Try to identify the egg eater. It’s most obvious if you catch her actually eating an egg, but you may also be able to spot dried yolk on her beak, feathers or comb. Once you’ve identified her, isolate her from the rest of the flock and see if your problem with egg eating in the main flock goes away. Moving the hen disrupts her behavior somewhat and will help to break the habit. Gather eggs quickly and frequently from the isolation coop so that she doesn’t have access to any eggs. If you’re continuing to lose eggs from the main coop, then you may have more than one egg eater that needs to be isolated.

A suggestion from Pat Foreman, author of the book City Chicks is to block access to the nest box where you found evidence of the broken egg. To do this, you can block the entrance or put something bulky in the nest box to occupy it. This will change the hen’s routine somewhat, since she won’t be able to eat egg where she normally would, and according to Foreman, this can be successful in helping to break the pattern of egg eating.

If all else fails, cull the egg eater.

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20 Responses to Why Do Chickens Eat Their Own Eggs?

  1. Tom Siebe says:

    Keep clean nesting material in your nesting boxes help from hens eating eggs. My hens start eating the eggs if the nesting material starts to get a little dirty. With all the rain, I’ve been changing the nesting material more frequently. This has helped a bunch.

  2. Paula says:

    I come from many generations of chickens keepers. A handed down method of feeding back eggshells to chickens for calcium, is to break up the eggshells, place them on a cookie sheet, and toast them in the oven until just a little browned. I’ve never had any problems of my hens eating their own eggs using this method. Our local feed stores don’t sell oyster shells because of salmonella problems. Hope this helps.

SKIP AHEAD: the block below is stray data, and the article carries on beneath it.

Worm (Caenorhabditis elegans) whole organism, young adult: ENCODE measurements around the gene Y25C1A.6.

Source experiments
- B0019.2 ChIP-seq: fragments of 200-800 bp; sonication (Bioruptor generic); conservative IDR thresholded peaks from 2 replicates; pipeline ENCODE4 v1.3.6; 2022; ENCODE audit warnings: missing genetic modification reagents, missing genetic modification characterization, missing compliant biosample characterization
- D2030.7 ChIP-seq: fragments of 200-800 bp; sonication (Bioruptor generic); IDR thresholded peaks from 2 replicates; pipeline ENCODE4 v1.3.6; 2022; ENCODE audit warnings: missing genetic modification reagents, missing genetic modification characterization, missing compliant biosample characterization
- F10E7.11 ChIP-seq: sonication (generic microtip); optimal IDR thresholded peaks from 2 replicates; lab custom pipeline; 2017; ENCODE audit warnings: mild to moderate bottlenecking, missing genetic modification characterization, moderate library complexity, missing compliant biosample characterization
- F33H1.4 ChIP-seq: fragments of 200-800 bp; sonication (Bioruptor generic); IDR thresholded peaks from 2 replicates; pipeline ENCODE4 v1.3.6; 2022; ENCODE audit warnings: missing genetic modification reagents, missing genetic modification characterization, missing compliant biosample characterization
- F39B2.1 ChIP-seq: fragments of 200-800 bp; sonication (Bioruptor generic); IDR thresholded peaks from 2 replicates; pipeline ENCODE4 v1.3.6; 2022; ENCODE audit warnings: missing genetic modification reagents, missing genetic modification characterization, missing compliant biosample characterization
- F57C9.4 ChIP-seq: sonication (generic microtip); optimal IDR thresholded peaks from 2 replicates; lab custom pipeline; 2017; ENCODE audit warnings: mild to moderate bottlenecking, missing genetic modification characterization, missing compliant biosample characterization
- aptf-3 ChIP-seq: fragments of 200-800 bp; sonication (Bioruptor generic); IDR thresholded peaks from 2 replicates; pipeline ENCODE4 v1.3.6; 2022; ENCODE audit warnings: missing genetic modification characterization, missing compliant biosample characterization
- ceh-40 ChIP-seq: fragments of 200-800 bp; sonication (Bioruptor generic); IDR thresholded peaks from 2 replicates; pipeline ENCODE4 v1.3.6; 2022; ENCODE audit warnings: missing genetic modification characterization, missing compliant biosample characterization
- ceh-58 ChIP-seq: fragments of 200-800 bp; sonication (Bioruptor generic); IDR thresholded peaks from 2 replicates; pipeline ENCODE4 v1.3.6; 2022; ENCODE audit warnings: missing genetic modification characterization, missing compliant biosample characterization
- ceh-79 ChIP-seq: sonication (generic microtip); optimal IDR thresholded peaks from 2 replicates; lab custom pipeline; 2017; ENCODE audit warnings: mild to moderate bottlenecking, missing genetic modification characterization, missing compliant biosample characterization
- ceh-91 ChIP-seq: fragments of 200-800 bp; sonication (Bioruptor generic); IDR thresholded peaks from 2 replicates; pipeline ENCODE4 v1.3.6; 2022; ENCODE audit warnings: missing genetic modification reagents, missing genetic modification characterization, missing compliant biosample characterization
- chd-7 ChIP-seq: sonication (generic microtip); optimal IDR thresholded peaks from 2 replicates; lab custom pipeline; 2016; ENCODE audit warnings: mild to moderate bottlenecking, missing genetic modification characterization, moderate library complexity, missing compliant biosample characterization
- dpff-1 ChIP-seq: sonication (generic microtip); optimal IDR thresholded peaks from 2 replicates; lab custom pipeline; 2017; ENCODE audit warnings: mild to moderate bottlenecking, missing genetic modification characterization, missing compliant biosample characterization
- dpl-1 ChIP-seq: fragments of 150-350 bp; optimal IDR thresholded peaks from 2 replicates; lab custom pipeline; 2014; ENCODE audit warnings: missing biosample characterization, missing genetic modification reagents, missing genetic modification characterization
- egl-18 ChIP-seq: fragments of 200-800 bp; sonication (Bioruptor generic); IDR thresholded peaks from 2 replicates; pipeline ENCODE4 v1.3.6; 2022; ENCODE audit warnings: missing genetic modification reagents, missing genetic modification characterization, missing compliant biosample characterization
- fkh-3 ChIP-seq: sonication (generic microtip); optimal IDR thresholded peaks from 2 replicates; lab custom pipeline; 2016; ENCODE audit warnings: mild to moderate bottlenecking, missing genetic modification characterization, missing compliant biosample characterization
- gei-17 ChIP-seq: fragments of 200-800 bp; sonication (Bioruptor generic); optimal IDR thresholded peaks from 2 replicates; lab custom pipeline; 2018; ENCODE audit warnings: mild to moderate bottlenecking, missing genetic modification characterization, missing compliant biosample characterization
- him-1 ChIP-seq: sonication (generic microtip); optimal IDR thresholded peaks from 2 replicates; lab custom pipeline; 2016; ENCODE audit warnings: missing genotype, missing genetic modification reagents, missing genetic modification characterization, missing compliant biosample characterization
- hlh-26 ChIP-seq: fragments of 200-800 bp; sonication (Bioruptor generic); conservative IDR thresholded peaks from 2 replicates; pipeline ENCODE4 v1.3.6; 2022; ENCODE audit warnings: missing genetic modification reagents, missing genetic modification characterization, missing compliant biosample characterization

3. Lezlie says:

    What is the best nesting material? We have tried straw and hay, and they kick almost all of it out. Why are they doing this?

    • Elaine says:

      I discovered quite by accident, equine pelleted bedding. It breaks down to a sawdusty consistency and absorbs very well. (Just think of how much pee a horse can release at a time). I tried one bag and was so impressed, I have been using it ever since.

  4. Elora Prettyman says:

    Ive tried all the above methods, and didnt work. My 2 hens still get their eggs just as soon as they lay them.I cant even sit and wait for them to lay them, ive tried that too. I even bought an expensive roll out pen for them, But these hens are a small hen and the eggs get caught instead of rolling out and the would still get them. I even seen one of them reach her head under the cage onto the roll out catch and reach the egg. And i cant seem to bring myself to kill her, I raised her and im bad about being able to kill them.

    • Jennifer says:

      I read a study last year that put hot sauce or chili powder mixed with vegetable oil in an egg shell and put it in the nest box. The egg eaters didn’t like this and stopped the bad behavior.

  5. Bob Burnham says:

    And, importantly, the crushed egg shells should ALWAYS be “cooked” (as from “hard-boiled” eggs) or, better yet, baked at a pretty high heat. Neither process decreases the calcium content of the shell but DOES seem to eliminate any protein odor from the material (which may be the attraction of egg-eating in the first place) but, of course, the best strategy is simply to keep the egg(s) away from your chickens! The “rolling floor” of the nest boxes is universal in the commercial egg-production industry–but then, they don’t worry about “niceties” like bedding for their hens! Or much else, for that matter… Gravity is “always on” but hay will prevent the eggs from rolling out of reach. Gravity will also “steal” your artificial “nest eggs!” Hens seem to prefer wood over hardware cloth, although wood IS harder to keep clean.

  6. Jill Lockey says: